World War II mini sub raid to be recalled in Assynt
The anniversary of a World War II raid by Royal Navy midget submarines against a German battleship is to be marked at a loch in Assynt in Sutherland.
Tirpitz had a reputation for being unsinkable after previous unsuccessful raids against it
Six X-craft were towed from Loch Cairnbawn to the Norwegian coast for the attack on the Tirpitz and two other warships on 22 September 1943.
The Tirpitz was badly damaged. Bombers from Lossiemouth finally put it out of action in November 1944.
The sub raid will be recalled in a community event on 22 September.
Assynt and Scourie community councils are helping to organise the event at a memorial to the X-craft crews near Kylesku Bridge.
Launched in 1941, 10 attempts were made by Britain and Russia to sink Tirpitz. It earned a reputation for being unsinkable and was nicknamed the Beast.
The battleship was a threat to convoys of ships that left Scotland and other locations to deliver supplies and weapons to Russia.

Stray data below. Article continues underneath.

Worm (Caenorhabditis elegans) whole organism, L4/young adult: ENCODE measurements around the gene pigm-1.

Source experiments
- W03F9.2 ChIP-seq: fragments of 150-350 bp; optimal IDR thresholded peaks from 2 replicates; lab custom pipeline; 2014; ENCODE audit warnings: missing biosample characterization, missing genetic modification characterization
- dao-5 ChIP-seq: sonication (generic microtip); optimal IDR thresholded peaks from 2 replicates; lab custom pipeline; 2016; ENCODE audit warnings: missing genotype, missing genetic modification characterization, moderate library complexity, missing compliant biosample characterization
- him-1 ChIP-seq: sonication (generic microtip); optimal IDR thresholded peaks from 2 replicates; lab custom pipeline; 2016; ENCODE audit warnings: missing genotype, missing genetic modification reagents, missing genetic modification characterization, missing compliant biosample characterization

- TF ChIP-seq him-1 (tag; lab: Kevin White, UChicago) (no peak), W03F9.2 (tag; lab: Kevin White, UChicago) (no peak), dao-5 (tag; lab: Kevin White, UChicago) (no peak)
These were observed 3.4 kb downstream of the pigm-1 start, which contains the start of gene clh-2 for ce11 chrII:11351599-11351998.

Sailors volunteered for the midget submarine raid.
The crews trained in Loch Cairnbawn before the boats were towed by conventional submarines to Norway.
Two of the X-craft were lost en route.
The crews of the remaining boats had to deal with entanglements with anti-torpedo nets and also came under fire during the raid.
Explosive charges laid by the X-craft crippled Tirpitz, leaving it vulnerable to further attacks.
On 12 November 1944, Lancasters flying out of Lossiemouth on Scotland's Moray coast bombed the battleship.
About 10 minutes after the first bombs hit, the vessel turned on its side.
Source: BBC, UK.